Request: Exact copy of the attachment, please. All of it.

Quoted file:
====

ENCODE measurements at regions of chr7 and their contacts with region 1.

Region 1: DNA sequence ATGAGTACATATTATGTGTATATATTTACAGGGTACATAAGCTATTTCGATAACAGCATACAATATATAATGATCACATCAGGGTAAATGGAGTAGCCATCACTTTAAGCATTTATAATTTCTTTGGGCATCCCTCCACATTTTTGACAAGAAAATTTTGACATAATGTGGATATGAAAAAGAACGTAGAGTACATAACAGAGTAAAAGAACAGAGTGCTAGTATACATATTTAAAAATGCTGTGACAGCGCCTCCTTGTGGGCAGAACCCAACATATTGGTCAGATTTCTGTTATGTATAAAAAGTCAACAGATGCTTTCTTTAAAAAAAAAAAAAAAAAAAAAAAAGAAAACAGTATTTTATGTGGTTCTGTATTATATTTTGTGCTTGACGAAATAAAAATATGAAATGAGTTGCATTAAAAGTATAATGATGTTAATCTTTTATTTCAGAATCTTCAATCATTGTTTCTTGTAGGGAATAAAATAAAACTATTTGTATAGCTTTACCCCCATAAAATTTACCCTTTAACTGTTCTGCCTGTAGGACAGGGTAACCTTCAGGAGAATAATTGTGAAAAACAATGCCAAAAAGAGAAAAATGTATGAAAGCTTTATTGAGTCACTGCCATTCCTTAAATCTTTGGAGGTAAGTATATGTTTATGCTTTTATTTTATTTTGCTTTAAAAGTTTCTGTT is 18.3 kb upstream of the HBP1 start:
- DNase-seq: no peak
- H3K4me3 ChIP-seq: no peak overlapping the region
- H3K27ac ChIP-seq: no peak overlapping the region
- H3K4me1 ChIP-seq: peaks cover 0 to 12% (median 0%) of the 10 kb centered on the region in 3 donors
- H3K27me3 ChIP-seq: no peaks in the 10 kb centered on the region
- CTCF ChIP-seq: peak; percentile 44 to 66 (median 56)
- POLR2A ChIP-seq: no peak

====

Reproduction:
ENCODE measurements at regions of chr7 and their contacts with region 1.

Region 1: DNA sequence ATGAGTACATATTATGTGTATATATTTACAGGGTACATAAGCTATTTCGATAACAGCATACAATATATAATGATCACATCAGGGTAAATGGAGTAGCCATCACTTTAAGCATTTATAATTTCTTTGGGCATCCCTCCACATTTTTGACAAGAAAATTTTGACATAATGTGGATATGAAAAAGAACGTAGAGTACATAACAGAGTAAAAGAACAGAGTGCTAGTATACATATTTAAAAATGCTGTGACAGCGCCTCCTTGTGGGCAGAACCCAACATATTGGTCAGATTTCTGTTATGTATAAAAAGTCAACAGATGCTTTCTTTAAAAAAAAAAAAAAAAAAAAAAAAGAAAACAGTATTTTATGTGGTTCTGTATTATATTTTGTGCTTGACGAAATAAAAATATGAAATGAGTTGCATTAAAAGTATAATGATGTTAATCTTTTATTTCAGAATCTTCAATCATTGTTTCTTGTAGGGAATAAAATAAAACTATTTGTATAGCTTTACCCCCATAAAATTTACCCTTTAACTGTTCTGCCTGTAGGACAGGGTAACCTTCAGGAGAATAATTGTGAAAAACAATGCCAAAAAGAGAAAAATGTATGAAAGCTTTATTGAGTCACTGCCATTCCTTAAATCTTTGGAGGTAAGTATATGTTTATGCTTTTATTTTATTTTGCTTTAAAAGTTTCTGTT is 18.3 kb upstream of the HBP1 start:
- DNase-seq: no peak
- H3K4me3 ChIP-seq: no peak overlapping the region
- H3K27ac ChIP-seq: no peak overlapping the region
- H3K4me1 ChIP-seq: peaks cover 0 to 12% (median 0%) of the 10 kb centered on the region in 3 donors
- H3K27me3 ChIP-seq: no peaks in the 10 kb centered on the region
- CTCF ChIP-seq: peak; percentile 44 to 66 (median 56)
- POLR2A ChIP-seq: no peak